What GAO Found
GAO found, based on a questionnaire sent to state Medicaid agencies, that states financed 26 percent, or over $46 billion, of the nonfederal share of Medicaid expenditures with funds from health care providers and local governments in state fiscal year 2012. State funds were most of the remaining nonfederal share.
Nationally, states increasingly relied on funds from providers and local governments in recent years to finance the nonfederal share, based on GAO's analysis (see figure). In the three selected states this increase resulted in cost shifts to the federal government. While the total amount of funds from all sources, including state funds, increased during state fiscal years 2008 through 2012, funds from providers and local governments increased as a percentage of the nonfederal share, while state funds decreased. GAO's review of selected financing arrangements in California, Illinois, and New York illustrates how the use of funds from providers and local governments can shift costs to the federal government. For example, in Illinois, a $220 million payment increase for nursing facilities funded by a tax on nursing facilities resulted in an estimated $110 million increase in federal matching funds and no increase in state general funds, and a net payment increase to the facilities, after paying the taxes, of $105 million.
Amount of the Nonfederal Share of Medicaid Payments from Health Care Providers and Local Governments, State Fiscal Years 2008 through 2012
The Centers for Medicare & Medicaid Services (CMS)—the federal agency that oversees Medicaid—has not ensured the data on state Medicaid financing are accurate and complete, and while new initiatives to improve reporting have begun, data gaps remain. More reliable data to effectively monitor the program would allow CMS and others to identify net provider payments and assess the effects of the payments on providers, beneficiaries, and the federal government. GAO has found that as currently designed, two CMS initiatives to improve data collection have data gaps that will limit their effectiveness for CMS's oversight.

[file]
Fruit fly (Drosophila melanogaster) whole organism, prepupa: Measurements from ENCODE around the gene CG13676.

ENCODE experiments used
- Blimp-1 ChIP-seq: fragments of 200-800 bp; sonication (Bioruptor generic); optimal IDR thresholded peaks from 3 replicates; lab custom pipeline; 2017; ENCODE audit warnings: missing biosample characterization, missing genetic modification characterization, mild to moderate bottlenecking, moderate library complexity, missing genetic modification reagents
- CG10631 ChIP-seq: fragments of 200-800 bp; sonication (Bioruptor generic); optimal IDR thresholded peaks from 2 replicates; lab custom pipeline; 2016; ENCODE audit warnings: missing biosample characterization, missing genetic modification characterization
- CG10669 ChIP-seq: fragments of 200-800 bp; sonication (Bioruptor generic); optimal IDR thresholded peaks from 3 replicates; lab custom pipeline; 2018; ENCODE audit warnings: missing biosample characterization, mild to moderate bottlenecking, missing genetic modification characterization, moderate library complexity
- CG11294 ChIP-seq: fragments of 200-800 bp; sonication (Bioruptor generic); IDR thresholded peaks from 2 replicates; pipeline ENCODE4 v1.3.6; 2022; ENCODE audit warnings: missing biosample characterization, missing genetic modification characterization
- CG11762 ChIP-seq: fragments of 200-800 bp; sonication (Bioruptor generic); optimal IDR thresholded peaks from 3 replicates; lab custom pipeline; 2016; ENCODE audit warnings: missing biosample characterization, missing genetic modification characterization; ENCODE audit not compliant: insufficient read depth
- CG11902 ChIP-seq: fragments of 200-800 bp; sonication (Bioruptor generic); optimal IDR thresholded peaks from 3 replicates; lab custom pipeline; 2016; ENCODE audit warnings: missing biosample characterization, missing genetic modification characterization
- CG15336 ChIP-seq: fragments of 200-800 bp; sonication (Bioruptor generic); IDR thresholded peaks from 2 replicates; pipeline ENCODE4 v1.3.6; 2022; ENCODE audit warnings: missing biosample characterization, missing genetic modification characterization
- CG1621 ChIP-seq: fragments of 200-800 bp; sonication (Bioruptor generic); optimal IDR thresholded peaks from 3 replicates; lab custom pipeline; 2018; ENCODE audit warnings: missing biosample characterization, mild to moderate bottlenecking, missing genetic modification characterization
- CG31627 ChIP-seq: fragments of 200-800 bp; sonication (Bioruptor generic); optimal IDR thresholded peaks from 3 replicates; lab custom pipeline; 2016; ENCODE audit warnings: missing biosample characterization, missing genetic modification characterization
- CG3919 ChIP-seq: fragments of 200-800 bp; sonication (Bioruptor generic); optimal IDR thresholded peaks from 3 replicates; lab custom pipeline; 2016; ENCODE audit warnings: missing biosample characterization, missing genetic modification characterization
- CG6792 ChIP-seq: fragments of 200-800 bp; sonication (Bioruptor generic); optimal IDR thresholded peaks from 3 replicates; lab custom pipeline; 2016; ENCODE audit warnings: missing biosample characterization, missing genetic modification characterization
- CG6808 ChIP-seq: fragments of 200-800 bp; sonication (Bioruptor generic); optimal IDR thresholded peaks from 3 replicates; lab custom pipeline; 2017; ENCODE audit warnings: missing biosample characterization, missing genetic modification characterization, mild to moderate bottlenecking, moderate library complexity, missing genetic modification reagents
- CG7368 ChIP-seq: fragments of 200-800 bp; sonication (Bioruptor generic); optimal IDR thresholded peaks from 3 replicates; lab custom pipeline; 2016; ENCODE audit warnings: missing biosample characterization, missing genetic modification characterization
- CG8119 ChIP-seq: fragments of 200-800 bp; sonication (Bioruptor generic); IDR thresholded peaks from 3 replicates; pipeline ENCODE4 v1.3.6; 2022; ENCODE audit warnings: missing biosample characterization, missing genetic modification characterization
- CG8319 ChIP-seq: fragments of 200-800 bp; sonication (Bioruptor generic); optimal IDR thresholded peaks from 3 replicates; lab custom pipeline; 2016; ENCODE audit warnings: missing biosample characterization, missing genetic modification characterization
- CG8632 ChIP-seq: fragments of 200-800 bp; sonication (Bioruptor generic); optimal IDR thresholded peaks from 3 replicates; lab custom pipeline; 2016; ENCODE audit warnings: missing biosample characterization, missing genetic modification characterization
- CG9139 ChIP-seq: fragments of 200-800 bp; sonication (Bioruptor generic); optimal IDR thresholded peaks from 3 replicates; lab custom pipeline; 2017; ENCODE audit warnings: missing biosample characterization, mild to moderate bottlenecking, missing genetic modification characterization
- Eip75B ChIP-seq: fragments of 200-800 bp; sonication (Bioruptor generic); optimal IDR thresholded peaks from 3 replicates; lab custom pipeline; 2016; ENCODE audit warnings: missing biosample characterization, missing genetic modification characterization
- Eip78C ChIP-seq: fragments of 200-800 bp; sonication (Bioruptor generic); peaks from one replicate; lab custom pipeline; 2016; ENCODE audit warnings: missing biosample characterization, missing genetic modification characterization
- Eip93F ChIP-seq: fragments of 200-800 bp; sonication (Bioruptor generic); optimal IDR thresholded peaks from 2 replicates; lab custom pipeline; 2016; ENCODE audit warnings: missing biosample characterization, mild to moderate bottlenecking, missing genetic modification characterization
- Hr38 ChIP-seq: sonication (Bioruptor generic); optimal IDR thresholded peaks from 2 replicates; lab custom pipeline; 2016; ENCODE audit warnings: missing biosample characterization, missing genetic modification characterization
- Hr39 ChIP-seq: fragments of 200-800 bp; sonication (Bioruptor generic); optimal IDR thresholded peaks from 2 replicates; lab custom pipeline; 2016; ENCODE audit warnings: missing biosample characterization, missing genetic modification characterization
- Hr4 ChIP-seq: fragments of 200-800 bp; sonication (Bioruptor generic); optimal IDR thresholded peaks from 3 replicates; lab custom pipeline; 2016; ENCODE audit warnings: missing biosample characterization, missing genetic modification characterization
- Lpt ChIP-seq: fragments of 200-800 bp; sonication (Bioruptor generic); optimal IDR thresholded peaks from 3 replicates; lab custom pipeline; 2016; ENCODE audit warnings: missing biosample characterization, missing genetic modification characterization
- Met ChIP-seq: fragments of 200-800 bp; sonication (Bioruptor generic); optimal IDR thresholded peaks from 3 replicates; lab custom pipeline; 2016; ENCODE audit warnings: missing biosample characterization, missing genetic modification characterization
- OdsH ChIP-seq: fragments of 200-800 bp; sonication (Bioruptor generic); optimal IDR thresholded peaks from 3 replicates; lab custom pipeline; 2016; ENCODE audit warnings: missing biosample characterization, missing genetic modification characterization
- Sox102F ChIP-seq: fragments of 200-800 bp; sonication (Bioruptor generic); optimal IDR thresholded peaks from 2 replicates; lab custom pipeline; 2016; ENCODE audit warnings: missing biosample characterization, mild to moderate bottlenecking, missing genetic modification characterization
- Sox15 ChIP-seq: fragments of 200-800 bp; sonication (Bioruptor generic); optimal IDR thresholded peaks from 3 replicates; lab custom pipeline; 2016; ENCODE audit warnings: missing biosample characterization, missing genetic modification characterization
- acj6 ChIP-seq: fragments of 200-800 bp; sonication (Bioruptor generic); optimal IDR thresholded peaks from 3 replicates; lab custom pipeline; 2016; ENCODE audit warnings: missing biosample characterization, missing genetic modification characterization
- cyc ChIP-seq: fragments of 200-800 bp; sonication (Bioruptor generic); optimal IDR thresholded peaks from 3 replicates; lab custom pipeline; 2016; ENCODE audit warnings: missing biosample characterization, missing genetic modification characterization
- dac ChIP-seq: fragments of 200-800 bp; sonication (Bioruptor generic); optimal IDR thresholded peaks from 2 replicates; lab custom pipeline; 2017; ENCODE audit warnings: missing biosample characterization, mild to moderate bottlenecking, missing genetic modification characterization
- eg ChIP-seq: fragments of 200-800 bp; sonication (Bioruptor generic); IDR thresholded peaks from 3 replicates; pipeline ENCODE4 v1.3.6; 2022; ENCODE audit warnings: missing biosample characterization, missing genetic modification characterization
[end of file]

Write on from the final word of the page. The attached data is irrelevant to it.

Why GAO Did This Study
Medicaid, a jointly financed federal-state program, cost $432 billion in 2012. States use various sources of funds to finance the nonfederal share, such as state funds and funds from health care providers and local governments. Concerns have been raised about increased Medicaid payments that are financed with funds from providers receiving the Medicaid payments. Although such financing arrangements are allowed under certain conditions, they can also result in shifting costs to the federal government with limited benefits to providers and beneficiaries.
GAO was asked to review states' financing of the nonfederal share of Medicaid. GAO examined the extent to which (1) states have relied on funds from health care providers and local governments to finance the nonfederal share; (2) this reliance has changed in recent years, and any implications of changes; and (3) CMS collects data to oversee states' sources of funds. GAO administered a questionnaire to all state Medicaid agencies, examined effects of financing changes in a nongeneralizable sample of three states selected in part based on Medicaid spending and geographic diversity, and met with CMS officials.
Reissued on March 13, 2015
GAO recommends that CMS take steps to ensure states report accurate and complete data on all sources of funds to finance the nonfederal share. CMS did not concur with GAO's recommendation but stated that it will examine efforts to improve data collection for oversight. As discussed in the report, GAO believes its recommendation is valid.
Recommendations for Executive Action
|Centers for Medicare and Medicaid Services||1. The Administrator of CMS should develop a data collection strategy that ensures that states report accurate and complete data on all sources of funds used to finance the nonfederal share of Medicaid payments. There are short- and long-term possibilities for pursuing the data collection strategy, including (1) in the short-term, as part of its ongoing initiative to annually collect data on Medicaid payments made to hospitals, nursing facilities, and other institutional providers, CMS could collect accurate and complete facility-specific data on the sources of funds used to finance the nonfederal share of the Medicaid payments, and (2) in the long-term, as part of its ongoing initiative to develop an enhanced Medicaid claims data system (T-MSIS), CMS could ensure that T-MSIS will be capable of capturing information on all sources of funds used to finance the nonfederal share of Medicaid payments, and, once the system becomes operational, ensure that states report this information for supplemental Medicaid payments and other highrisk Medicaid payments.|